Using Consumer Experiences To Help With Investing Decisions: Retail Edition

This week I went into a store to get a gift for a friend’s baby shower. The second I stepped into that store my investor mind kicked in. I immediately started to identify several inefficiencies that made the entire experience extremely frustrating, stressful, and time consuming.

Inefficiencies included but were not limited to – (1) Very limited staff that was practically non-existent.  (2) 95% of the registry was not available in the store and was also not available for pick up at any surrounding stores (I checked!). (3) Whatever was actually in the store was extremely hard to find.

The investor in me proceeded to look up this particular store to see if it was publicly traded. I immediately found out it was bought by a private equity firm several years ago so is no longer public. Thank the lord! I wonder how that stock was doing before it went private. Or maybe management saw what was coming and decided they were better off closing shop to investors.

It didn’t take long for me to be reminded that brick and mortar retail is dying a slow but sure death and we should all probably keep that in mind when making future investing decisions.

One way you can identify amazing or horrible investments is by taking a closer look at your personal experience as a consumer when interacting with a business in any way.

Do you walk away feeling great – perhaps you got a great deal, didn’t waste a lot of time and even got some bonus rewards in the process? OR did you walk away feeling like you wasted your time and telling yourself you’ll never spend a penny with that business again?!

These perspectives matter a whole lot. Specially if you have choices as a consumer and can go elsewhere to spend your hard earned money.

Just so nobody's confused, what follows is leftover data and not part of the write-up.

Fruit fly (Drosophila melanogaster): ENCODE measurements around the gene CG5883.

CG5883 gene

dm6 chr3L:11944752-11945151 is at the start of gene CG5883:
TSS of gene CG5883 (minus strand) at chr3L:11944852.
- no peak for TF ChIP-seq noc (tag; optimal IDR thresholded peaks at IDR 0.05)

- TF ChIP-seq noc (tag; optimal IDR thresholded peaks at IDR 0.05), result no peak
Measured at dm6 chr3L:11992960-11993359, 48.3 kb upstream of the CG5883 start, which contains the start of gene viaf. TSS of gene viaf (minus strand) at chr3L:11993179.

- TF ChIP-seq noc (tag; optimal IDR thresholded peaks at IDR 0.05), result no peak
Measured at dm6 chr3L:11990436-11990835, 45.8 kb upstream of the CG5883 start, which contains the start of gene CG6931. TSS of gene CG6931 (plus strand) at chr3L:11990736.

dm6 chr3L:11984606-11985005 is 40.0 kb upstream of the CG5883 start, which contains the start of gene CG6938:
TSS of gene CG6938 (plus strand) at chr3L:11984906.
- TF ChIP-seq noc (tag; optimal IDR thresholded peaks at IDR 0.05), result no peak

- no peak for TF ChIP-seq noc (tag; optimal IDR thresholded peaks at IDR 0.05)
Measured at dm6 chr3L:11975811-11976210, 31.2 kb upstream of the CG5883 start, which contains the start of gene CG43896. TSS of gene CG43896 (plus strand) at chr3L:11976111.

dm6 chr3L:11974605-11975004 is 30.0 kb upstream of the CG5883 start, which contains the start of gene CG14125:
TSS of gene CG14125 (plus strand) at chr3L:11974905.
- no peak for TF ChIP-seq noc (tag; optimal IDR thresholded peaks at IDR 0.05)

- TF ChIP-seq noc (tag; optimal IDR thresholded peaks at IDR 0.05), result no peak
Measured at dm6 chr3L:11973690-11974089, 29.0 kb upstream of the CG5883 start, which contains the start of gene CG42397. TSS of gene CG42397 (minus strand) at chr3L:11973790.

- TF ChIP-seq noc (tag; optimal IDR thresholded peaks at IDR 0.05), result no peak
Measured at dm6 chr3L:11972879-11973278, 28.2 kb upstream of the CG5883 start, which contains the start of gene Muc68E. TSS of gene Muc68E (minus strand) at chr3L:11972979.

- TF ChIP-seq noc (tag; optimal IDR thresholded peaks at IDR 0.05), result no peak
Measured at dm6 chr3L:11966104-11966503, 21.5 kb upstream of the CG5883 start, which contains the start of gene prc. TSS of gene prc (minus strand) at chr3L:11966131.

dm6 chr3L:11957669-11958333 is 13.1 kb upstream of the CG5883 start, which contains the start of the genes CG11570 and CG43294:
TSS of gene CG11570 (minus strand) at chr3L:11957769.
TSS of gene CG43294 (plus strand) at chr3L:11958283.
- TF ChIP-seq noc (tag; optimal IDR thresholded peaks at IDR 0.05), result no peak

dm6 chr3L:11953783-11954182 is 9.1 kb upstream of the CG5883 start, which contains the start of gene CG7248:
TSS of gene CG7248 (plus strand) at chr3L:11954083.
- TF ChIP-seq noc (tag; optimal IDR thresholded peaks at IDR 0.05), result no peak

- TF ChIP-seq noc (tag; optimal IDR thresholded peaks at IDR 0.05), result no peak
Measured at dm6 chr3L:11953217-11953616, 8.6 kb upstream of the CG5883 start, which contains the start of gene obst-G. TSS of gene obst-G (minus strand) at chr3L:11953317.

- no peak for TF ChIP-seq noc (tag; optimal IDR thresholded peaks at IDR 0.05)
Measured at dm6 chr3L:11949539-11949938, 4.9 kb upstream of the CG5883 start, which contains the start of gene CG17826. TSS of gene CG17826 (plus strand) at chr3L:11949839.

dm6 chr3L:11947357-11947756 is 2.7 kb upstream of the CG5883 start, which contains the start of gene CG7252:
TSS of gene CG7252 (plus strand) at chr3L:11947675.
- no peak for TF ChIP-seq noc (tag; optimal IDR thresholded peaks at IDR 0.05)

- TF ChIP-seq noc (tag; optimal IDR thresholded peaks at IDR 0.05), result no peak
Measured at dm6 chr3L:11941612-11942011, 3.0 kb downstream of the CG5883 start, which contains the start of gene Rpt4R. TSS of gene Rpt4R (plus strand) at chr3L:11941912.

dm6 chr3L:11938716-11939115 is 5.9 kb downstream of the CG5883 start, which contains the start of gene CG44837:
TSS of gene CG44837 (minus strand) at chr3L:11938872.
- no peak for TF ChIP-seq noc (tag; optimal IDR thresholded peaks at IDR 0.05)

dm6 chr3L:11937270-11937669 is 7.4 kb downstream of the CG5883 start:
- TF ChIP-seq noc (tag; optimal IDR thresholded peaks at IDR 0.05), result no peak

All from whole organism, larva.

Maybe the decision is not so easy if the business you are dealing with has some kind of monopoly going on. However, if there is competition and people have choices – the investor in you should have their eyes and ears peeled for opportunities as you explore your options.

At the very least, consumer experiences can help you identify which kinds of businesses you should be avoiding when it comes to allocating your investing money.

Times are changing in our favor as long as we are taking advantage of those disruptive companies that are there to make our consumer lives easier while also making investors richer in the process.

buying

There is a reason why Amazon (NASDAQ: AMZN) stock stock price has returned over 1,000% in the past decade alone while traditional brick and mortar retail businesses are decaying at a rapid pace.

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Source

The proof is in the pudding.

Some people may get sticker-shock when they see Amazon’s astronomical stock price. Is good to remember there’s a reason for that.

“It is far better to buy a wonderful company at a fair price than a fair company at a wonderful price.”

-Warren Buffett

At the end of the day, I take full and complete responsibility for waiting until the last minute to make my purchase. I could have easily saved myself from wasting my time by shopping online well in advance from the comfort of my own home with the added bonus of free delivery and zero headaches. Lesson learned. 

I would also like to point out that Amazon is not our only option. There are brick and mortar businesses out there that do an amazing job with their online sales strategy making it easy, stress-free, and convenient for the consumer to make their purchases. I ended up purchasing the gift from a company that is not Amazon and that experience was actually quite easy and seamless.

There are also those businesses that have stayed behind of the times significantly and have been suffering greatly for it. Those are the kinds of businesses we should be cautious of specially as investors.

What are your thoughts on brick and mortar retail stores? Do you think it depends on the business and some do a better job than others in taking care of the consumer and can also make great investments?

OR

Do you feel days are counted for brick and mortar and we should keep those type businesses out of our portfolios? Share below! 🙂

Cheers to profits!

Mabelle

PS: Did you knowyou can check out ALL the newsletters from 2016 in our exclusive eBook.  If you are looking for our Amazon bestseller for investing beginners, Click here.  

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